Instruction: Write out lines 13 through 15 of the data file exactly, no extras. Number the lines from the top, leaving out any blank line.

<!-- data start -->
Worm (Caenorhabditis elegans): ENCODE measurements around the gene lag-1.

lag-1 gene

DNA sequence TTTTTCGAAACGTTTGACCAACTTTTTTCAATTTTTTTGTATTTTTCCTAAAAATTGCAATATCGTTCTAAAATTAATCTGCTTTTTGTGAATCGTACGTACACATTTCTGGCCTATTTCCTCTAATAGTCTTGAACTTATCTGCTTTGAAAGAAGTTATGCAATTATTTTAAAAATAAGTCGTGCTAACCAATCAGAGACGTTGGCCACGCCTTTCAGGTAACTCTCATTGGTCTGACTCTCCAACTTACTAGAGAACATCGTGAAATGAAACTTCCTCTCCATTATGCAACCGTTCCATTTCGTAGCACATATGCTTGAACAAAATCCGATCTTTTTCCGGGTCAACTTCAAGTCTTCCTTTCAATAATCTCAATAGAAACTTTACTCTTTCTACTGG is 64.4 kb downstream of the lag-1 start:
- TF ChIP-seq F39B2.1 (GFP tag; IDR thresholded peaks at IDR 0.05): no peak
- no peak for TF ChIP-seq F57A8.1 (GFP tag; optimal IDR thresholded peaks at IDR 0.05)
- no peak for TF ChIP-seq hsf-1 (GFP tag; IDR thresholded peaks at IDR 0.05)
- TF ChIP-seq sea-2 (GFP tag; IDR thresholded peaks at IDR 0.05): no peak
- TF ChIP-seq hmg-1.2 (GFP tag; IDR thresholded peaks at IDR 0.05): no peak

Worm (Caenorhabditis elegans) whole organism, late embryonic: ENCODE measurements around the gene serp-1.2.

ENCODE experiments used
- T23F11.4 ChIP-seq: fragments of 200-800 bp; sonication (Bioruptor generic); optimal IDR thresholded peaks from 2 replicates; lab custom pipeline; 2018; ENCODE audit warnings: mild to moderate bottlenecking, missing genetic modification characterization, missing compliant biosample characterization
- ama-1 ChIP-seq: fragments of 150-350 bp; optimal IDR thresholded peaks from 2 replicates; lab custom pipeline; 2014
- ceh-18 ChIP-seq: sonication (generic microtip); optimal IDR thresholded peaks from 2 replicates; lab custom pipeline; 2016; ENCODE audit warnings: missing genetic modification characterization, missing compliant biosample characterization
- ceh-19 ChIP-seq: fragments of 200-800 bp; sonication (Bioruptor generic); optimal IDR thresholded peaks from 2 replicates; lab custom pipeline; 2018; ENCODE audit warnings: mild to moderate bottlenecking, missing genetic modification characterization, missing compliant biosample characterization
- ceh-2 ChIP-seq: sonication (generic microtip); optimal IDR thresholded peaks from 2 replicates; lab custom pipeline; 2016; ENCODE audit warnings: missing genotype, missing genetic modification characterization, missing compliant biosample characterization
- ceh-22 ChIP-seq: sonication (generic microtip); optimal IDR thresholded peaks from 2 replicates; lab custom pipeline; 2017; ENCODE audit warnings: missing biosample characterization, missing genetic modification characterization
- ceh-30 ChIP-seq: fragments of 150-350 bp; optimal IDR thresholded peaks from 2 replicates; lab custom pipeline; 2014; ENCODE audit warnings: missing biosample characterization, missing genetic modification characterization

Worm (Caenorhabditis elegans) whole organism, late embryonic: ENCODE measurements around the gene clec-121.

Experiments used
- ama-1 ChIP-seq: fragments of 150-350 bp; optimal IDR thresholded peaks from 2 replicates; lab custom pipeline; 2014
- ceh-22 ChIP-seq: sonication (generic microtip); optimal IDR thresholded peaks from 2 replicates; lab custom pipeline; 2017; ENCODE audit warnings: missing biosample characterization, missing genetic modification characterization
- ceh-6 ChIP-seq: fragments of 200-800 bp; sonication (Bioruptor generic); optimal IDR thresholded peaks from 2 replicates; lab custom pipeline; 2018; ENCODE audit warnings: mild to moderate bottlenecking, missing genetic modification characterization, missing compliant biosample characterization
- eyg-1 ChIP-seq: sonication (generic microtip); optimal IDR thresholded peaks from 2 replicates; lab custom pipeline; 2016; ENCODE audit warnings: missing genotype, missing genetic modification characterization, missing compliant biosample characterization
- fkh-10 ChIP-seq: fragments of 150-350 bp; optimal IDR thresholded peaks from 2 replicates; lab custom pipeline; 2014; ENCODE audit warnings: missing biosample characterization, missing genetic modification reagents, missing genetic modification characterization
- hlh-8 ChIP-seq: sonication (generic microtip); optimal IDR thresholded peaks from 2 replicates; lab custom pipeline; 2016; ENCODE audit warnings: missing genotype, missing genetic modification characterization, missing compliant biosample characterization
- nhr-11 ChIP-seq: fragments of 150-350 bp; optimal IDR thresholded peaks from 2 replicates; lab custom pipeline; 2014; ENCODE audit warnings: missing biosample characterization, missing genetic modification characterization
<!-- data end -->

- ceh-18 ChIP-seq: sonication (generic microtip); optimal IDR thresholded peaks from 2 replicates; lab custom pipeline; 2016; ENCODE audit warnings: missing genetic modification characterization, missing compliant biosample characterization
- ceh-19 ChIP-seq: fragments of 200-800 bp; sonication (Bioruptor generic); optimal IDR thresholded peaks from 2 replicates; lab custom pipeline; 2018; ENCODE audit warnings: mild to moderate bottlenecking, missing genetic modification characterization, missing compliant biosample characterization
- ceh-2 ChIP-seq: sonication (generic microtip); optimal IDR thresholded peaks from 2 replicates; lab custom pipeline; 2016; ENCODE audit warnings: missing genotype, missing genetic modification characterization, missing compliant biosample characterization